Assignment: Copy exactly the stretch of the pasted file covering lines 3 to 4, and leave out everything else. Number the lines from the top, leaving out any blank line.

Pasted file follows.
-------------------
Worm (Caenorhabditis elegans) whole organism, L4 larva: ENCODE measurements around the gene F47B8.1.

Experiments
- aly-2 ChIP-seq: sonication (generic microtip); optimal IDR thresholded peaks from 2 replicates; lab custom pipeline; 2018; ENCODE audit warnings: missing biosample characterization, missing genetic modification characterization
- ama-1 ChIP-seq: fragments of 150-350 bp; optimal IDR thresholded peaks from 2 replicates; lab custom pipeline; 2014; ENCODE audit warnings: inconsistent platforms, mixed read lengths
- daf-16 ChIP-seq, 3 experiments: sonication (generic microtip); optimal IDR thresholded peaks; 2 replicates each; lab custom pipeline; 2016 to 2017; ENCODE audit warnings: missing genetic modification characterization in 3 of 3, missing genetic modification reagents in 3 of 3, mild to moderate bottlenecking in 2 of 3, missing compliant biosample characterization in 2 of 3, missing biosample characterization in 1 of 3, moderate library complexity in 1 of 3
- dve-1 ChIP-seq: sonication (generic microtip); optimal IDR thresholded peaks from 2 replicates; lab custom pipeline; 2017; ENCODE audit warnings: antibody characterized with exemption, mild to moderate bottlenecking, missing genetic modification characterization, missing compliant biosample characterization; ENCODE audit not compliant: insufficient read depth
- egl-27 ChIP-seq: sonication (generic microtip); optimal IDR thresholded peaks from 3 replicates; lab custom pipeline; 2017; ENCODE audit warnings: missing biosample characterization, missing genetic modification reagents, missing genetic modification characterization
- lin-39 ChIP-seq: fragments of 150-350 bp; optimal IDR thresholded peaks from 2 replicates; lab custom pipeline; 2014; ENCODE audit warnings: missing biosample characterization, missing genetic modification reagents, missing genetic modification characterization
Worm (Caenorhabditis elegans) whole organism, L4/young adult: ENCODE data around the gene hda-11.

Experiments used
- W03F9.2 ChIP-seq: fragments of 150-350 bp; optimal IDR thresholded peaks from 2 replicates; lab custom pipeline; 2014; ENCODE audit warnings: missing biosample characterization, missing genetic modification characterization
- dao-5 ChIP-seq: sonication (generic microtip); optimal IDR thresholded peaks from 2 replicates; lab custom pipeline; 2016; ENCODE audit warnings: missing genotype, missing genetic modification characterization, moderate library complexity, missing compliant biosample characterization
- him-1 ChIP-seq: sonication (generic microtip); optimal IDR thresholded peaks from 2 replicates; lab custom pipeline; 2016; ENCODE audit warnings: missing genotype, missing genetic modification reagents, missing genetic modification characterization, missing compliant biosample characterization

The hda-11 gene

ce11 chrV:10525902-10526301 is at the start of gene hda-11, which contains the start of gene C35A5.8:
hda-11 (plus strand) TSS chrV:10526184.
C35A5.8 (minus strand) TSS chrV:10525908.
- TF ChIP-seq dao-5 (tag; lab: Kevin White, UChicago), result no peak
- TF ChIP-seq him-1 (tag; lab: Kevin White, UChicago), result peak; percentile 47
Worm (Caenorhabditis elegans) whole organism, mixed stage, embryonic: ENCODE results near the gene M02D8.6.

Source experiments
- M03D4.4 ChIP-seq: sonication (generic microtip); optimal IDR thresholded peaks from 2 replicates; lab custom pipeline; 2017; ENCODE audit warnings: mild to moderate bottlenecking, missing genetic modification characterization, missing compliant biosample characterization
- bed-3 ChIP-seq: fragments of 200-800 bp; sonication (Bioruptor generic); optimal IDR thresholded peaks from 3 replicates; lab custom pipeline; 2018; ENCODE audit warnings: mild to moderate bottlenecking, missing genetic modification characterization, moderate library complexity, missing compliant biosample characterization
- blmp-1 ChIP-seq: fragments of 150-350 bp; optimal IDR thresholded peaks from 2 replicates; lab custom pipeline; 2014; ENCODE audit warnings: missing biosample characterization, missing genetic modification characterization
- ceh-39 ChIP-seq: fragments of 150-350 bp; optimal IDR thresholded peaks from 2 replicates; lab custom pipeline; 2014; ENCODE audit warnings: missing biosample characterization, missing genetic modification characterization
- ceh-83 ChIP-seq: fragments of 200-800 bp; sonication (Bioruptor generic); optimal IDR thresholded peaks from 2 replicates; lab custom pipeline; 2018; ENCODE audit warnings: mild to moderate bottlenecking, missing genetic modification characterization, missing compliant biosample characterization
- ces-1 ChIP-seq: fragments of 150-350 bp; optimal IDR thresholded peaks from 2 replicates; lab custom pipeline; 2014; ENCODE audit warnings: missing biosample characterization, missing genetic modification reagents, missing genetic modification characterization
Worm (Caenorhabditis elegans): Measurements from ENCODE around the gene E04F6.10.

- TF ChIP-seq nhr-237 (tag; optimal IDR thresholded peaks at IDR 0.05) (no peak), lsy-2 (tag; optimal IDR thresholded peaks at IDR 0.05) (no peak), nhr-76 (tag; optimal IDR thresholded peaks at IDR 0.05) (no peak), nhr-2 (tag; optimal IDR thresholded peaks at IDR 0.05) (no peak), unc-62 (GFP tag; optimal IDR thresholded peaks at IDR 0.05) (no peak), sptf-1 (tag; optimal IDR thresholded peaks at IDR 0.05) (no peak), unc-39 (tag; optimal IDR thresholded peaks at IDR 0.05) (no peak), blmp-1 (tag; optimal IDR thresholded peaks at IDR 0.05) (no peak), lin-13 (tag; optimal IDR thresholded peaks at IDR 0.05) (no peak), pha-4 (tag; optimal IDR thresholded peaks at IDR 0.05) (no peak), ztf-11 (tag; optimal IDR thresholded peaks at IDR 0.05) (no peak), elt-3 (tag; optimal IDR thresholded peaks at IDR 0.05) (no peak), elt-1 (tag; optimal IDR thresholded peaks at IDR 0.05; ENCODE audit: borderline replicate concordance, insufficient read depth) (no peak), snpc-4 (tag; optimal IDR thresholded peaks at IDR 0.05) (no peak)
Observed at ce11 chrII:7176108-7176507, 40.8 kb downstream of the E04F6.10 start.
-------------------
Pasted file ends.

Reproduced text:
- aly-2 ChIP-seq: sonication (generic microtip); optimal IDR thresholded peaks from 2 replicates; lab custom pipeline; 2018; ENCODE audit warnings: missing biosample characterization, missing genetic modification characterization
- ama-1 ChIP-seq: fragments of 150-350 bp; optimal IDR thresholded peaks from 2 replicates; lab custom pipeline; 2014; ENCODE audit warnings: inconsistent platforms, mixed read lengths